In an interview he said "the best leaders are those who can secure long term public value and a vision for their staff. Not some mercenary performance manager peddling a short-term fix". He went on to say, "My old dad, who was made redundant in the steel industry upheaval of the 1980s, wouldn't have been able to comprehend it."

Mr Bettison was praised for his honesty, and I remember being interviewed by BBC Look North at the time agreeing with his sentiments, and saying how important it is that those at the top set a good example.



In an interview for Radio 5 Live, the outgoing chief constable of South Yorkshire Police had something different to say. Med Hughes was apparently concerned that there will not be the right calibre of people putting themselves forward for the role of police and crime commissioner. “I’ve seen decisions recently in my police authority by, perhaps, ambitious councillors who want to be that person, which show their lack of vision for the role.” he said.

When asked to give an example, he admitted the following was almost the most trivial one. South Yorkshire Police paid £1000 a month to lease an Audi A8 for the chief. The deputy chief constable (who is now acting chief constable), two assistant chief constables, and the finance director are each provided with a BMW at our expense. The police authority has decided to scrap these perks. Apparently, this now makes the role of South Yorkshire's Chief Constable the worst paid in the country. The basic salary is £148K per annum, although when you add on pension contributions, the total remuneration is much higher.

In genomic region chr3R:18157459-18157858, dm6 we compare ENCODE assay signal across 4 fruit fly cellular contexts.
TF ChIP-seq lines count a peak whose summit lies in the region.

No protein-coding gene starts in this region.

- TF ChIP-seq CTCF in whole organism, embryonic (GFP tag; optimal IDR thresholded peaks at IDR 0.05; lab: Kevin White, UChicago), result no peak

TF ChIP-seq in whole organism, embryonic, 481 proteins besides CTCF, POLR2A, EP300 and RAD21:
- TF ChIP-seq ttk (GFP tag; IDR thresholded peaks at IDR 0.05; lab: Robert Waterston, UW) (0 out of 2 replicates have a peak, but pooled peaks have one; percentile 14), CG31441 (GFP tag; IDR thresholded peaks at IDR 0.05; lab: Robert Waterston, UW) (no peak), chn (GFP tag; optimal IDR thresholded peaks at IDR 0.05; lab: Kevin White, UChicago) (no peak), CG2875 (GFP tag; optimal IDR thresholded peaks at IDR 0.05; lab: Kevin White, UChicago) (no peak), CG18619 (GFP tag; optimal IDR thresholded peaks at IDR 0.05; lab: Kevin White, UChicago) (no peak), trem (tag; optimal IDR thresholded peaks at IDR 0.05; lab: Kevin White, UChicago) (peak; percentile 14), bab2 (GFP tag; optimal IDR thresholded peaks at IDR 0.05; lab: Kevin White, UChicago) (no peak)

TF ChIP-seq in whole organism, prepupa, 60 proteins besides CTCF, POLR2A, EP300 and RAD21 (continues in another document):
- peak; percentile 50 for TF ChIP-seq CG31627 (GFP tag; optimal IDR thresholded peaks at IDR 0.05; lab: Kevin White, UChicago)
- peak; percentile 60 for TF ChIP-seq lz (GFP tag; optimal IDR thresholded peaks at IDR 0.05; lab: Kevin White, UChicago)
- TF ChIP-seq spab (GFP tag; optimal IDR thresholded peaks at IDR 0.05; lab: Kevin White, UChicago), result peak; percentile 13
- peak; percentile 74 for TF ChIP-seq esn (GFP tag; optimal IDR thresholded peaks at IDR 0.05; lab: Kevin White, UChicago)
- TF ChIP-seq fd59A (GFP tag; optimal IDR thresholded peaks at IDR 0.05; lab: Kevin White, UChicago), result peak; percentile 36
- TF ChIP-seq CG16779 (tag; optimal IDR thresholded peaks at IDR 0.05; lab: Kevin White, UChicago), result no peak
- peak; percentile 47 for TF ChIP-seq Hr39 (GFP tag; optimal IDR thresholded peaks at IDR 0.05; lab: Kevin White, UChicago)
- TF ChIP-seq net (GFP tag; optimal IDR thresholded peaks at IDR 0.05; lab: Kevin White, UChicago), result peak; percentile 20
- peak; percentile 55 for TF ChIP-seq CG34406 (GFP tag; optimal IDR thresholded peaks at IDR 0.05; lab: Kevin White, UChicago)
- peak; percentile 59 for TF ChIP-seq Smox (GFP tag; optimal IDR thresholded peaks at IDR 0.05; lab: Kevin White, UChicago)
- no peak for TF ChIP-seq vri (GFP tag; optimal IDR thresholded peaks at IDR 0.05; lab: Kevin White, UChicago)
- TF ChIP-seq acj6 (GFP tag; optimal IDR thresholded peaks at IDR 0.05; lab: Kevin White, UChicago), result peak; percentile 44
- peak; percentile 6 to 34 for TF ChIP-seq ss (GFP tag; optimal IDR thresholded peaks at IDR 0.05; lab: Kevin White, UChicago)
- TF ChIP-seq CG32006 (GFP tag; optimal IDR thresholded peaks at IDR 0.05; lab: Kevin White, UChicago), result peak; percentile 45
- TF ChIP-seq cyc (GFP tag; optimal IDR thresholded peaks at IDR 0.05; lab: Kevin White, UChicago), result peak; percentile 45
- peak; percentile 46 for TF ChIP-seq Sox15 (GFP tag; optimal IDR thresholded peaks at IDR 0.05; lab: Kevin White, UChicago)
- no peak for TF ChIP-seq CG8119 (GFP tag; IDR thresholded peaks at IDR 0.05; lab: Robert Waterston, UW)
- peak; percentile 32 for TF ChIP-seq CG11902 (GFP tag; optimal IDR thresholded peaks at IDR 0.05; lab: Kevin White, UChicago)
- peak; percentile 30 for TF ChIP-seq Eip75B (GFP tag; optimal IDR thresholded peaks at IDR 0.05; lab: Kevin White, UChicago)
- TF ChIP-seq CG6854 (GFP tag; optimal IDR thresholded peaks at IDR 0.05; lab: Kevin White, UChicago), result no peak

Because of this 'low' salary, the job of chief constable has had to be re-advertised again, as initially there were only two applicants.

I am not going to say leading a police force is an easy job, and the person who does it should not be well paid, but at a time when we are all tightening our belts, is it really unreasonable to ask senior police officers to give up their company car? A salary of £148K is not much lower than Sir Norman Bettison's £163K. You want a chief who is going to lead because they want to make a difference; because they relish the challenge of the job. Although the pay in South Yorkshire is lower than comparable jobs elsewhere in the country, the cost of living is also lower.

The difference between Sir Norman Bettison and Med Hughes is stark. One admits we all face challenging economic times ahead, and the other seems to think senior police officers shouldn't shoulder any of the pain themselves.

I'm not going to tar all senior police officers with the same brush, as I know the vast majority are dedicated, hard working people. If the reason you don't want to apply for a job that you have been working hard all your life to get is because you won't have an all expenses paid Audi A8, however, and your basic salary is a few thousand pounds lower than the neighbouring chief constable, then something is seriously wrong.